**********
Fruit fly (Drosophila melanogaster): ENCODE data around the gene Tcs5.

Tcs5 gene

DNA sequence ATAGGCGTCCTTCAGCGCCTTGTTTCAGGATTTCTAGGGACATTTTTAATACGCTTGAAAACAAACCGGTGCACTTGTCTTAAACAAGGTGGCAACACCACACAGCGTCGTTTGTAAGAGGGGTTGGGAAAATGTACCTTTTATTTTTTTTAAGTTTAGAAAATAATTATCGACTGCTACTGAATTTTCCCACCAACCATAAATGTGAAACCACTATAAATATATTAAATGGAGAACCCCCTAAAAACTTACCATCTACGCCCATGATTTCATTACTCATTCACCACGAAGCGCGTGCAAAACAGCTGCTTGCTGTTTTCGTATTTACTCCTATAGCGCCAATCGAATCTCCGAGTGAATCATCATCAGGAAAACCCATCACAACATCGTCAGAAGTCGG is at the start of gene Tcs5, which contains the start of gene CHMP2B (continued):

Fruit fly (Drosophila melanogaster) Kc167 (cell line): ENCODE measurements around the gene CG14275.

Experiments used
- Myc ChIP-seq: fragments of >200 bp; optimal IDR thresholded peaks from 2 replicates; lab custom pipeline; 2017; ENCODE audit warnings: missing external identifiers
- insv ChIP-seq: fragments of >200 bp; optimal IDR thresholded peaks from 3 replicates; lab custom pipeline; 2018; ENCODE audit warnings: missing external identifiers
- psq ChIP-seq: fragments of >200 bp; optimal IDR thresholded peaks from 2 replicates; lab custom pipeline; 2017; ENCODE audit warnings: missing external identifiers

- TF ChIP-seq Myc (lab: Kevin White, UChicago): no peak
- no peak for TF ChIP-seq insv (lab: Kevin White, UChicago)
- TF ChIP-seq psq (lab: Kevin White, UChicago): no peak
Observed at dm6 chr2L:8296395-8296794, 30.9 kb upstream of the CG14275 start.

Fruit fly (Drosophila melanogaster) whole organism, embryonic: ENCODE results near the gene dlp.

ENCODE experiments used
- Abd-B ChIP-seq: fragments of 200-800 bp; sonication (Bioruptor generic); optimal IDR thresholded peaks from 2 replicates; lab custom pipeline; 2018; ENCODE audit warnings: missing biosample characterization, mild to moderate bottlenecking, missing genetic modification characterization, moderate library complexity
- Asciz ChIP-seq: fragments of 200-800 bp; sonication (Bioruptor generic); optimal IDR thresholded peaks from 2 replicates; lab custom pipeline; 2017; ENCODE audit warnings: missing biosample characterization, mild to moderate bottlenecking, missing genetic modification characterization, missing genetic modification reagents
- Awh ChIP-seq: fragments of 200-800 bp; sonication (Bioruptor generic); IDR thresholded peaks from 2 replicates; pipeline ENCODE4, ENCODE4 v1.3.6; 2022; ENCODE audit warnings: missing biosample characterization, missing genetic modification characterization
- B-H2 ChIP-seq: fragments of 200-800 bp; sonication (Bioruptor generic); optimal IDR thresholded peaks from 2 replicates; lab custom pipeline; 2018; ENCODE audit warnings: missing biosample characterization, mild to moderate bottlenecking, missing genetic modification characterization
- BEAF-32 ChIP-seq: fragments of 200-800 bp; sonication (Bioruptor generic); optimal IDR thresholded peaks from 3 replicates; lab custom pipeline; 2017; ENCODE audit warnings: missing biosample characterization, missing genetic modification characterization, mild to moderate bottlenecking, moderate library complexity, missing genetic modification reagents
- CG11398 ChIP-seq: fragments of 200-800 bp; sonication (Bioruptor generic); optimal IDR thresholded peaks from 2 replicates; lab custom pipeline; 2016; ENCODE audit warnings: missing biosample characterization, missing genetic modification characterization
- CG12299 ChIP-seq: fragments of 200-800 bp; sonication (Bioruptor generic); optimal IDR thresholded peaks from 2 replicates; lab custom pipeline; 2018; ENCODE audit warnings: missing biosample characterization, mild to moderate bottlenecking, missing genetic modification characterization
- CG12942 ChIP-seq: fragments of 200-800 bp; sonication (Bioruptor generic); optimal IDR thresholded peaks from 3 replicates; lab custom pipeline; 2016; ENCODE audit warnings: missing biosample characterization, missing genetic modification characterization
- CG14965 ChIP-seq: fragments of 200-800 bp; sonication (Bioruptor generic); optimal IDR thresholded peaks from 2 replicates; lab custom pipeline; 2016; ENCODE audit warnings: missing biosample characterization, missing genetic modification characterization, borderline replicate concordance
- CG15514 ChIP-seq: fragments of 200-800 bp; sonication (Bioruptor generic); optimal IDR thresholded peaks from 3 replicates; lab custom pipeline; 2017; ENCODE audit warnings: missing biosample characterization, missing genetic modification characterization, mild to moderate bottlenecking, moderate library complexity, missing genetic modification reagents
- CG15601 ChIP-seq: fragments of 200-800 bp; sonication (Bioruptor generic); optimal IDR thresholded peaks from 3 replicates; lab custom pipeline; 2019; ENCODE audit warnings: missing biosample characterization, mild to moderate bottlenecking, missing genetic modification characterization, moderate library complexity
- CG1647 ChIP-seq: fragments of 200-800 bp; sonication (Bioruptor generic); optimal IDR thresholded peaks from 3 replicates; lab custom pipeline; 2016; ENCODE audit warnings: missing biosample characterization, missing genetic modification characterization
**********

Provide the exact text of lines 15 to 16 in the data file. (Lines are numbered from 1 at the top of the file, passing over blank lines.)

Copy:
- Abd-B ChIP-seq: fragments of 200-800 bp; sonication (Bioruptor generic); optimal IDR thresholded peaks from 2 replicates; lab custom pipeline; 2018; ENCODE audit warnings: missing biosample characterization, mild to moderate bottlenecking, missing genetic modification characterization, moderate library complexity
- Asciz ChIP-seq: fragments of 200-800 bp; sonication (Bioruptor generic); optimal IDR thresholded peaks from 2 replicates; lab custom pipeline; 2017; ENCODE audit warnings: missing biosample characterization, mild to moderate bottlenecking, missing genetic modification characterization, missing genetic modification reagents